[Former Gov. Jeb] Bush, sitting in front of an untouched breakfast at an IHOP in Colorado Springs, told a group of veterans that he favors transferring some elements of veterans' care to private hospitals from government-run Veterans Affairs facilities. "This is where I think empowering people with the equivalent of a voucher that gives you the same economic benefit of receiving care inside of a clinic or a hospital," Mr. Bush said in a video of the public event recorded by the Democratic firm American Bridge. "If you had a chance to go to another place where the money followed the patient, it would give the veterans — you wouldn't have these kind of hostile reactions, my job is protected for life, don't mess with it."
On Veterans' Day 2011, then-presidential candidate Mitt Romney was in South Carolina, visiting with roughly a dozen veterans, and raised the prospect of privatizing VA care.
"Sometimes you wonder," the Republican said, "would there be some way to introduce some private sector competition, somebody else that could come in and say, you know each soldier gets X thousand dollars attributed to them and then they can choose whether they want to go on the government system or the private system and then it follows them."
Almost immediately, a spokesperson for Veterans Of Foreign Wars announced its opposition to the idea: "The VFW doesn't support privatization of veterans health care." That was that -- Romney backpedaled soon after, saying he was just kicking around a hypothetical scenario he didn't intend to pursue.
Four years later, however, the idea is apparently increasingly popular among the new crop of Republican presidential candidates.
The Florida Republican made a similar comment last month, telling a New Hampshire audience, "I know it has a pejorative for some, but I'm all in on the voucher thing."
The Wall Street Journal report added that Sens. Marco Rubio and Rand Paul have also voiced support for expanded privatization of veterans' care, which is also a top priority for a conservative group called Concerned Veterans for America, which is backed by the Koch brothers.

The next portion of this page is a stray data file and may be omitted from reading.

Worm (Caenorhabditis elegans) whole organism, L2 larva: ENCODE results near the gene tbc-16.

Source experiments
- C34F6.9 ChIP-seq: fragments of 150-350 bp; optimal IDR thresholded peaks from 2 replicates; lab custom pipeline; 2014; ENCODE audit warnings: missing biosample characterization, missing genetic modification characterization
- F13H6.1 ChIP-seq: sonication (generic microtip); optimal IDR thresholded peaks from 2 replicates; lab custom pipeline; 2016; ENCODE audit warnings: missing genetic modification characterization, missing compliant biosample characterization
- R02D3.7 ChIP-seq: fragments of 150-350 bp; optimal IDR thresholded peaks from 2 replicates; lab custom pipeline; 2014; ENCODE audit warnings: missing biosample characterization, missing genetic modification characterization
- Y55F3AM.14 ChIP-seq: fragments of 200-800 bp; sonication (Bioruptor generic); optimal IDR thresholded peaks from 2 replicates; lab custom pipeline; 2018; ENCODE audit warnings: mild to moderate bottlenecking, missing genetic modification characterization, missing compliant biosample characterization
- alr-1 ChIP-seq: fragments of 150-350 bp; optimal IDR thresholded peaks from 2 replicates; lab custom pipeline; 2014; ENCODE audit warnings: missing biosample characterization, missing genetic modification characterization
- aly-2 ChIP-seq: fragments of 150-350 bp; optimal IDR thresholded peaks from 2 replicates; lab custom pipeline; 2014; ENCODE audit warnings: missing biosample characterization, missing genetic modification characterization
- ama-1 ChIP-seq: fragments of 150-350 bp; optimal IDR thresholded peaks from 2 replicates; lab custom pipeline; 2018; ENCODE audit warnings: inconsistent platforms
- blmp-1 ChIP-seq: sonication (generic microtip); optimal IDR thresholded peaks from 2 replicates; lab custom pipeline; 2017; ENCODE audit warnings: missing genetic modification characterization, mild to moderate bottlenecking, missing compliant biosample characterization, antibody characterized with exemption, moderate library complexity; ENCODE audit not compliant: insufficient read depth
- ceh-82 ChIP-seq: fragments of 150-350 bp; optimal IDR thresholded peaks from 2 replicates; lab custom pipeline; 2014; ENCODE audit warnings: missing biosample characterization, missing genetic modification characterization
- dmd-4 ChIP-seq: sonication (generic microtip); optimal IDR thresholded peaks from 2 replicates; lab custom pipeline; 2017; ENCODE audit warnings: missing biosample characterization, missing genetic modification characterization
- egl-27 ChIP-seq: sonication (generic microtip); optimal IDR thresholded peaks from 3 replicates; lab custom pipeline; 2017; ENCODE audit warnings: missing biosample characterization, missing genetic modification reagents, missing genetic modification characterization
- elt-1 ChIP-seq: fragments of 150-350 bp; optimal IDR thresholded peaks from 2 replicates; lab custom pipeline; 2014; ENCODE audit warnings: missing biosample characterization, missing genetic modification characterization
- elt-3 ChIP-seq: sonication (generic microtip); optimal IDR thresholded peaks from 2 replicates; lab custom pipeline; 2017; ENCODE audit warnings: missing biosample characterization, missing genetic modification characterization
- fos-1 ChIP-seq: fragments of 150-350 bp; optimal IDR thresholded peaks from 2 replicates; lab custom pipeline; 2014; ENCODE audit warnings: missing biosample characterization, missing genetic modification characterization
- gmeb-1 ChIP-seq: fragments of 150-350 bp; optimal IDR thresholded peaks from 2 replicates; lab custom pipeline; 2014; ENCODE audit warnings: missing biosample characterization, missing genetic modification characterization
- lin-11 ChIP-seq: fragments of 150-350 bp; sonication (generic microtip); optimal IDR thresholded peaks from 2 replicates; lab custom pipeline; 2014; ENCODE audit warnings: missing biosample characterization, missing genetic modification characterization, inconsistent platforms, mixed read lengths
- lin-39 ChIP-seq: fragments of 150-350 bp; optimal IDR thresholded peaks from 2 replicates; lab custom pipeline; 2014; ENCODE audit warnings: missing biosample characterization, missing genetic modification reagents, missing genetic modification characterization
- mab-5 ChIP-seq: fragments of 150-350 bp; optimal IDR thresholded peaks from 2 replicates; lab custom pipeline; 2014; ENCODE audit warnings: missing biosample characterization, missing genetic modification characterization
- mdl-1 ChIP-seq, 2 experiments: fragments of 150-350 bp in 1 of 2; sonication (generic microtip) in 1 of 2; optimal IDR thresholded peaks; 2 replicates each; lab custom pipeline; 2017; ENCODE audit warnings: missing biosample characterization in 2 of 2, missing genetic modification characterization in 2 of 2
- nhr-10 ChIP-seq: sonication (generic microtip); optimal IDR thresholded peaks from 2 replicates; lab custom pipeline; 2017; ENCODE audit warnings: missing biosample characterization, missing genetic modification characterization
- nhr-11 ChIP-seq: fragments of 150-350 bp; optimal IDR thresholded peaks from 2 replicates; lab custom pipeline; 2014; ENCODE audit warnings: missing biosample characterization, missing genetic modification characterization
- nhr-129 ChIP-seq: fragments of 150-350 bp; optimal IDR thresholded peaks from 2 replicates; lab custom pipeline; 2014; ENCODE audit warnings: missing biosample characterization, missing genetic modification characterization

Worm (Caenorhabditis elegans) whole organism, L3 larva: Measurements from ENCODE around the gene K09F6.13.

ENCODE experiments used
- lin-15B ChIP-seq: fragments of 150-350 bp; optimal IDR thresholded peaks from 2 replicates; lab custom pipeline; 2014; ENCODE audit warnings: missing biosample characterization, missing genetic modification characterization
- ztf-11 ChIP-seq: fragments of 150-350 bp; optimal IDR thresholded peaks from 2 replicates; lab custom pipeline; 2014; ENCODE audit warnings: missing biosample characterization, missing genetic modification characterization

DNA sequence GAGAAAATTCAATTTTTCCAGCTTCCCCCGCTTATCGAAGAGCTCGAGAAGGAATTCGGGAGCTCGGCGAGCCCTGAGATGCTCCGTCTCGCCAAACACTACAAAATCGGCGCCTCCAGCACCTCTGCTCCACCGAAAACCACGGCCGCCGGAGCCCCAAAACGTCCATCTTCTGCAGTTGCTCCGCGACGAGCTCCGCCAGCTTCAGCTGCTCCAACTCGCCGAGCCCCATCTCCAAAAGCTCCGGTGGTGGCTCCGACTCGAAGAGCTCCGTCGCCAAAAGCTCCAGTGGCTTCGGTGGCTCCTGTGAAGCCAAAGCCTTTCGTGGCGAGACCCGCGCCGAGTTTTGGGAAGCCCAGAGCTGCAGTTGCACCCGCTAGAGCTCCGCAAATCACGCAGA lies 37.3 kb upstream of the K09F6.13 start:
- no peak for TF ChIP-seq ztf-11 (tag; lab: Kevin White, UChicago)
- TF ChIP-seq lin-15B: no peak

The fact that the political winds have shifted to this degree is itself interesting. In the last presidential cycle, Romney was kinda sorta open to the idea of privatization for about a day before the VFW scared him into reversing course. Now, we have multiple candidates endorsing the idea more forcefully and sticking to the position.
Much of this is no doubt the result of the recent controversy surrounding the VA system, coupled with Republican politics continuing to move to the right.
But if this is going to be an issue debated in the 2016 cycle, let's not forget a detail that often goes overlooked: there's a difference between the quality of VA care and the quality of the VA system in delivering that care.
As we discussed last May, there’s an apparent belief among some that veterans receive sub-standard treatment at VA facilities, but the evidence clearly shows otherwise. The editorial board of the Washington Post noted a while back that the VA system “as a whole outperforms the rest of the health care system by just about every metric. Surveys also show that veterans give VA hospitals and clinics a higher customer satisfaction than patients give private-sector hospitals.”
Those conclusions are bolstered by ample data. In 2012, RAND Corp. found in nearly every category, “VA patients received consistently better care across the board, including screening, diagnosis, treatment, and access to follow-up.” There was also Philip Longman’s 2005 report in the Washington Monthly, highlighting research from the New England Journal of Medicine, which found the quality of care in VA facilities was “significantly better” than private counterparts.
Jon Perr published a detailed Daily Kos piece on the subject last year: “Sending millions of older, sicker Americans – many of them requiring specialized care for rare and complex health problems – into the waiting arms of private insurers, private doctors and private pharmaceutical firms is a recipe for chaos and de facto rationing on a grand scale.”
As this takes root as a part of the GOP's 2016 platform, let's keep these relevant details in mind.